Bush rushing to stop Iran
President George W. Bush had a warning for Syria and Iran when he addressed the American people on Wednesday. He accused Iran and Syria of allowing use of their territory for terrorists and insurgents to move in and out of Iraq and vowed without elaborating that "we will interrupt the flow of support from Syria and Iran."
Now this is interesting. Which groups receive the support of Iran and Syria? The more one tries to find an answer to the conundrum, the more one is confused. The government in Iraq is dominated by the Shiite religious parties such as Prime Minister Nouri al-Maliki's Da'wa party, the Supreme Council of Islamic Republic of Iraq (SCIRI) and radical preacher Moqtada al-Sadr's parliamentary group. During Saddam Hussein's reign of terror, leaders of Da'wa party and SCIRI found refuge in Iran. Da'wa and SCIRI leaders who are running the government are pro-Iranian. If this is so, Iran has no need to back any insurgency group and President Bush's threat to Iran is more rhetoric aimed at preparing the ground for a confrontation with Tehran than a statement backed by ground realities.
|Bush waves as he departs the White House in Washington, Friday, Jan. 12, 2007, heading to Camp David to spend the weekend. AP
But what Bush claimed could still hold water, only if there is evidence that Iran's relations with the Maliki government are strained. The Maliki government is seen as pro-American, because it has little choice. The government in Iraq, one might say, is an elected government. But many have forgotten it was the United States which ultimately decided as to who should be the prime minister and who should hold what portfolio. Early last year, Iraq was in a political crisis because the nomination of Ibrahim al-Jafari as prime minister was not acceptable to Sunni groups and the United States. After much coercion and US intervention, Maliki was picked. Maliki shaped up well, mindful not to hurt his American masters. The SCIRI leader Abdul Aziz al Hakim was also an Iranian loyalist, but his courtship with Washington must have caused ripples in Teheran. If this is so, the Iranians have only one ally — Moqtada al-Sadr.
Al-Sadr may be a Shiite, but he is an Arab nationalist and had opposed Iranian interference in Iraq. But politics makes strange bed fellows. If this is so, the theory that Iran helps the resistance in Iraq is plausible. But the theory loses its force, given the Maliki government's close relations with Iran in spite of its rapport with the United States. Why should Iran cause troubles in Iraq when the United States itself has paved the way for a Shiite, pro-Teheran government to be at the helm of affairs in Baghdad? Besides, al-Sadr and his Mahdi Army are not regarded as insurgents. According to Bush, the Iranians and Syrians are "allowing terrorists and insurgents to use their territory to move in and out of Iraq. Iran is providing material support for attacks on American troops."
Does he mean to say Shiite Iran is helping Sunni Iraqi insurgents, among whom are anti-Shiite al-Qaeda guys?
Then who is being supported by Syria? Probably, all and sundry as long as they are against the presence of US troops in Iraq. But Bush forgot to mention Saudi Arabia. Hundreds of so-called insurgents cross into Iraq from Saudi Arabia. Besides, Saudi Arabia is fanning sectarianism in Iraq with leading Sunni imams issuing fatwas to the effect that the Shiite Muslims are infidels.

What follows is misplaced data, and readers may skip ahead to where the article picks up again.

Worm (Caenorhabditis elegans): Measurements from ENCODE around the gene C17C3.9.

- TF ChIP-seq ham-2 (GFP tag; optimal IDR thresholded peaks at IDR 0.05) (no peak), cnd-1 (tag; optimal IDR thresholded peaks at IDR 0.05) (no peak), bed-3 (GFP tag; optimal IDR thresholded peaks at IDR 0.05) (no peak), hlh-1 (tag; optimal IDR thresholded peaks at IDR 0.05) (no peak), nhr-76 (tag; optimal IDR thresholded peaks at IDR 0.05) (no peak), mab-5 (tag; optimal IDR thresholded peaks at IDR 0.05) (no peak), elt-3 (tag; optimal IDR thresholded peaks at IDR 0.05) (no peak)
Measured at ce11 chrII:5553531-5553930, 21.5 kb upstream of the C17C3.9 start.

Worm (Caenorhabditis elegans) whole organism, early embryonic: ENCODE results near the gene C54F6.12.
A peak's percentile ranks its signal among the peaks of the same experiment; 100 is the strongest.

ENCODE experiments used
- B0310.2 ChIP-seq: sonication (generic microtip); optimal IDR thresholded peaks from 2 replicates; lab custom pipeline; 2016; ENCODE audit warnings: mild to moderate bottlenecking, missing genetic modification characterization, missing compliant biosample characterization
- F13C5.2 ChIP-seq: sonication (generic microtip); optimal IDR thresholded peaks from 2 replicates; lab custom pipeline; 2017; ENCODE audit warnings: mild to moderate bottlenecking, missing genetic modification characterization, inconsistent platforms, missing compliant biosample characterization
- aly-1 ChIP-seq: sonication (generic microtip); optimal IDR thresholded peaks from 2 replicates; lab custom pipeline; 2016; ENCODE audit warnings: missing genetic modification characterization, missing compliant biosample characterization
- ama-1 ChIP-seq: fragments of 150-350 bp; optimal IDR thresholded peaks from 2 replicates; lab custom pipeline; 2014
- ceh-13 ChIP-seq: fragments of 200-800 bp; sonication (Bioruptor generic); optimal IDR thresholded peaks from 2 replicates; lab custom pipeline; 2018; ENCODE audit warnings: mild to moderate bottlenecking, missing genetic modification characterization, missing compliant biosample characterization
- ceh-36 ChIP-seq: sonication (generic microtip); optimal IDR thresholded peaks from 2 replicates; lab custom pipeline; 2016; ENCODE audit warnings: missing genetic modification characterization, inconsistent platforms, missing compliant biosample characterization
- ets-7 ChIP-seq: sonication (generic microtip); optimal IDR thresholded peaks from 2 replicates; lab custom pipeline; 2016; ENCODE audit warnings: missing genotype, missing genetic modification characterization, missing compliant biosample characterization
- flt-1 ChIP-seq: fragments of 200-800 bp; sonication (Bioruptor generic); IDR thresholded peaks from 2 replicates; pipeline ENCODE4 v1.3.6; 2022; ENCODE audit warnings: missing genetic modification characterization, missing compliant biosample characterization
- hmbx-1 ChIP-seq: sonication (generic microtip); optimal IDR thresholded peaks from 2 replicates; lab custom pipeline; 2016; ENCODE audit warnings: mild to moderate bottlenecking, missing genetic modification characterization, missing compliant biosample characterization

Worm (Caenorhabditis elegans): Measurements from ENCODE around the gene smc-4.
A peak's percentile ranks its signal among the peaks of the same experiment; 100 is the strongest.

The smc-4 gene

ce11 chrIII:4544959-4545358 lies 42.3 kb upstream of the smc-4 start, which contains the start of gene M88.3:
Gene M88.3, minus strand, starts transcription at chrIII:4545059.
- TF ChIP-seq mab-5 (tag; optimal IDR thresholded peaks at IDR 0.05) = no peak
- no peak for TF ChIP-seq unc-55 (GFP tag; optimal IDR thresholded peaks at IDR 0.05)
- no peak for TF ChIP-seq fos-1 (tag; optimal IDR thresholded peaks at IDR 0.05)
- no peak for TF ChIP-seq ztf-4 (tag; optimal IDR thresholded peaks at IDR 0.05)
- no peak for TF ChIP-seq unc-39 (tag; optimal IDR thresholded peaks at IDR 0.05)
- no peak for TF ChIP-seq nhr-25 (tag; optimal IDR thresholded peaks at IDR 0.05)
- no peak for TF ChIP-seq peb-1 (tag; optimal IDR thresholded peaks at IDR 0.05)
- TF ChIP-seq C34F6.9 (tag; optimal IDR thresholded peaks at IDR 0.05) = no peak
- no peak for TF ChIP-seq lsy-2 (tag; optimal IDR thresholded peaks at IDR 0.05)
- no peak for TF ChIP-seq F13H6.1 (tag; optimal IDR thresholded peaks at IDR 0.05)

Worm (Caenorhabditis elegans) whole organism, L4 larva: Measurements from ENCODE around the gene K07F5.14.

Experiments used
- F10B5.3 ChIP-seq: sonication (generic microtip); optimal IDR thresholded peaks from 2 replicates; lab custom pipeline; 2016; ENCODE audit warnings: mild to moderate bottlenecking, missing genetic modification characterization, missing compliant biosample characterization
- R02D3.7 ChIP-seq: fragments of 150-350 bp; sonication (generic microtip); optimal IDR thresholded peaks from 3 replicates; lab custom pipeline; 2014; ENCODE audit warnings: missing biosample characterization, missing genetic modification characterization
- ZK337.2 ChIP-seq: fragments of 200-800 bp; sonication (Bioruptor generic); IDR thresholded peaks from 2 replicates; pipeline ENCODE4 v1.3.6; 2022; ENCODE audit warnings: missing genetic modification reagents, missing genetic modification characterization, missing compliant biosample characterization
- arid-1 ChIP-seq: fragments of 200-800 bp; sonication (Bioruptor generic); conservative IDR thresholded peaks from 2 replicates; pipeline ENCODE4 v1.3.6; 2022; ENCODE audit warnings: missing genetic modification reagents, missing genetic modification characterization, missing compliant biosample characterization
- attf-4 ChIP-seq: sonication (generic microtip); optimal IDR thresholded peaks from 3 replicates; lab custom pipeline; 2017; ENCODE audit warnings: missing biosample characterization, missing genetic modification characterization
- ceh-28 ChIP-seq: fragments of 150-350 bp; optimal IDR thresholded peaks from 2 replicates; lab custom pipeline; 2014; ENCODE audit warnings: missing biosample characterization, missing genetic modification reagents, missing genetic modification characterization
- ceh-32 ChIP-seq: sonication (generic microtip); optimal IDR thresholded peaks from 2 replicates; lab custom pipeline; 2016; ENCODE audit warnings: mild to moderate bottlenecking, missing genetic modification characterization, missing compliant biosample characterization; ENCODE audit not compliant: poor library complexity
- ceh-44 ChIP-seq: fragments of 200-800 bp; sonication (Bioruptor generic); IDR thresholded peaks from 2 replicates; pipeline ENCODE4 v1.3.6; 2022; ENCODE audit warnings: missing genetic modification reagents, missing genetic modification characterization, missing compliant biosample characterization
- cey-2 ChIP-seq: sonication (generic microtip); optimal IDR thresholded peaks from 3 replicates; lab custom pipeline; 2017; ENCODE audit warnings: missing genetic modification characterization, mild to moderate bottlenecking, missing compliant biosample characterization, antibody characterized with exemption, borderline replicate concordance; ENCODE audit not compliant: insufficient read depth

Top officials in Saudi Arabia have gone on record as saying that they would back the Sunni insurgents if the United States withdraws from Iraq - a move that the Saudis believe would leave Iraq's 20 percent Sunni Arabs at the mercy of Shiite gangs. Many analysts believe that Sunni Arab countries which worry about the political ascent of Shiite Islam in West Asia - for instance, Iraq, Lebanon and Bahrain are examples - are already helping the Sunni sectarian gangs in Iraq.
Coming back to Bush's speech on Wednesday, one wonders whether the real content of the speech is the additional 21,500 troops he wants to send to Iraq. But given the Bush administration's hawkish designs and track record, the speech could be interpreted as a move towards preparing the American people for an attack on Iran.
Before Iraq was attacked, the Bush administration carried out a relentless campaign demonizing Saddam Hussein and his regime. Now Bush, who is apparently not happy about the toothless UN sanctions imposed on Iran recently, is raring to to launch an attack on Iran, probably with the participation of Israel. Last week, The Spectator Magazine (UK) and the British Sunday Times revealed Israeli plans to use tactical nuclear weapons to attack Iran's nuclear installations (See page 7 of today's Sunday Times International). A day after Bush's speech, US troops in Iraq arrested five employees working in an Iranian consulate in the Iraqi town of Irbil. The arrest gives meaning to what Bush said on Wednesday: "We will disrupt the attacks on our forces. We will interrupt the flow of support from Iran and Syria. And we will seek out and destroy the networks providing advanced weaponry and training to our enemies in Iraq.
"We are also taking other steps to bolster the security of Iraq and protect American interests in the Middle East. I recently ordered the deployment of an additional carrier strike group to the region."
Before Iran and Afghanistan were attacked, Bush sent aircraft carriers to the region. The aircraft carriers are sent again to West Asia. For what? To attack Iran and de-nuclearise the theocracy which is fast rising as a regional power.
So 2007 is not going to be a year of peace. It will probably be the bloodiest year since the Bush misadventure began in Iraq in 2003.